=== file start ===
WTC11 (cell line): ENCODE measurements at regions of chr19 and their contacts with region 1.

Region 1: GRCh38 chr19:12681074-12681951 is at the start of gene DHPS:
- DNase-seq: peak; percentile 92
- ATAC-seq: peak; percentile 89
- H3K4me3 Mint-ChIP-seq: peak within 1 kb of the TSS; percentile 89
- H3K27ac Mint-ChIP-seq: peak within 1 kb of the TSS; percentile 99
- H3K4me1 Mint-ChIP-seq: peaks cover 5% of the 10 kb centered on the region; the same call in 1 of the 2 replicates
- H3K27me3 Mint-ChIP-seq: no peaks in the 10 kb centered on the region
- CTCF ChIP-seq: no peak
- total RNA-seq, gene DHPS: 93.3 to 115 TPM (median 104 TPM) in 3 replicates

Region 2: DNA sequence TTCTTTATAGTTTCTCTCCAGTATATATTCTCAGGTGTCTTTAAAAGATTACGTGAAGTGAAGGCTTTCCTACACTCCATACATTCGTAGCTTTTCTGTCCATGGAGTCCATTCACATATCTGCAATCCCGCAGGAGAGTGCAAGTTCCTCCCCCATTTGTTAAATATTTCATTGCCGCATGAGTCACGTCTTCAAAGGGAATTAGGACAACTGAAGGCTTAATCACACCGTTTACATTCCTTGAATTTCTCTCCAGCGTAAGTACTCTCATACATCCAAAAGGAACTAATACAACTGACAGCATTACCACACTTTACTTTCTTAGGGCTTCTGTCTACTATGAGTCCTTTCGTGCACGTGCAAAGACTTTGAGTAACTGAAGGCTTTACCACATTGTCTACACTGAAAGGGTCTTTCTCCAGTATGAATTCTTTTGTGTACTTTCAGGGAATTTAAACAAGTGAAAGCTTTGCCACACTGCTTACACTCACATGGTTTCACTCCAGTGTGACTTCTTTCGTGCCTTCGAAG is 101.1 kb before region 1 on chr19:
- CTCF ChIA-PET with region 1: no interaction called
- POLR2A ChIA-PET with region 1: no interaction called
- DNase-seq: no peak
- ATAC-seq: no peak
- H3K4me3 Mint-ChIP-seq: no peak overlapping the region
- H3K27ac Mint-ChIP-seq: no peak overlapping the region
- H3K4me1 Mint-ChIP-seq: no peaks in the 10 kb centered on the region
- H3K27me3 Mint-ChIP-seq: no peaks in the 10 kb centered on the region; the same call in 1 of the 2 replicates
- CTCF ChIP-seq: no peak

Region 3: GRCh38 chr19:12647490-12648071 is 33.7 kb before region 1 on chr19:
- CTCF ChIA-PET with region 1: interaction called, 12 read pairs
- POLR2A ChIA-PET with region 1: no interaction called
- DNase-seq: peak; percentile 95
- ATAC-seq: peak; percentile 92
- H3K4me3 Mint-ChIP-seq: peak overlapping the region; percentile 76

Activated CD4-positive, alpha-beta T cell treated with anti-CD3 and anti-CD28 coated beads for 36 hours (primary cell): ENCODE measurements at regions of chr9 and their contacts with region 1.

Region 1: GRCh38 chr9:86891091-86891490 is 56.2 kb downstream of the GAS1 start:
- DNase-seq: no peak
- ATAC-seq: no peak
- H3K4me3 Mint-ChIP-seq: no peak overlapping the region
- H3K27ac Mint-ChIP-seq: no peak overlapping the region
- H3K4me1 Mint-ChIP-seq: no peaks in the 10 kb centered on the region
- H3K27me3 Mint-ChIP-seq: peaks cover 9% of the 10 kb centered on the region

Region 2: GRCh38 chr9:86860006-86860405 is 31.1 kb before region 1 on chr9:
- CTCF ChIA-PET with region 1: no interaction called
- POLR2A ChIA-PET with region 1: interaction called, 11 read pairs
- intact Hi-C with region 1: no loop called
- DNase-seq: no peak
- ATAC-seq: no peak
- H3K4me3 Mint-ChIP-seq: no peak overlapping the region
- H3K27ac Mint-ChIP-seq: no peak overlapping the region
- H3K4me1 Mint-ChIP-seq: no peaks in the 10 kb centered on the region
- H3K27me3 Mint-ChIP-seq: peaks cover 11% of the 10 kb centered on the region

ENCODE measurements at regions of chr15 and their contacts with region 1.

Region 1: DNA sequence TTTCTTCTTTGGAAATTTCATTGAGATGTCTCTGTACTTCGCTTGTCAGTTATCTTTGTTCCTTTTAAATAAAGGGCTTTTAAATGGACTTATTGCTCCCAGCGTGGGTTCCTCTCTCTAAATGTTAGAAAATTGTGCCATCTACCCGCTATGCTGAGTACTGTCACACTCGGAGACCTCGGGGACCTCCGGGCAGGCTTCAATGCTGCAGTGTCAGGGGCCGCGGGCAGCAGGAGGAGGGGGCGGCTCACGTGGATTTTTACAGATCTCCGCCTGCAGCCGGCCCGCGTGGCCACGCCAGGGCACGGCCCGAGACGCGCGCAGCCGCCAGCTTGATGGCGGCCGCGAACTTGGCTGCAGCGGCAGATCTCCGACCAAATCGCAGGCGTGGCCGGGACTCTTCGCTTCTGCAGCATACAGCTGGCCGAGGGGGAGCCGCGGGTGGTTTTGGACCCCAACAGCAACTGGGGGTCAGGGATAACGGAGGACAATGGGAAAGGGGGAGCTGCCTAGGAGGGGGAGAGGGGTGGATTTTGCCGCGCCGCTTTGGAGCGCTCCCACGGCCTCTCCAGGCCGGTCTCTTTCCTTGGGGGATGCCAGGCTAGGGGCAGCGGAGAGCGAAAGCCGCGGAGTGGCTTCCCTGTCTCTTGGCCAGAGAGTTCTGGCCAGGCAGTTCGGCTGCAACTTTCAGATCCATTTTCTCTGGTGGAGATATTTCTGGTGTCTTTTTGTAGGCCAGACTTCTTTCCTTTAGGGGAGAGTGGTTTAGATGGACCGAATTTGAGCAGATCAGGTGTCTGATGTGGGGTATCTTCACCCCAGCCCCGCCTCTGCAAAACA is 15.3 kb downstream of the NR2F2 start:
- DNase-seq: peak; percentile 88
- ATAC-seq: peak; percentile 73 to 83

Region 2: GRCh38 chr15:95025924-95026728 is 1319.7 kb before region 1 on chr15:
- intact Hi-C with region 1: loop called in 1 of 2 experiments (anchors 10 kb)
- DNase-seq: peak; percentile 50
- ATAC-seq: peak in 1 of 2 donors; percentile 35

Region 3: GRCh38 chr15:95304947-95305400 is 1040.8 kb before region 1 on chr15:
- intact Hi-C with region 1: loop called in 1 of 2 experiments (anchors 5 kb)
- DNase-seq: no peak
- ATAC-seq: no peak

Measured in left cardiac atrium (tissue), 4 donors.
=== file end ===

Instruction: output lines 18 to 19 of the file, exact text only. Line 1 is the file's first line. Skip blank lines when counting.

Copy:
- H3K4me1 Mint-ChIP-seq: no peaks in the 10 kb centered on the region
- H3K27me3 Mint-ChIP-seq: no peaks in the 10 kb centered on the region; the same call in 1 of the 2 replicates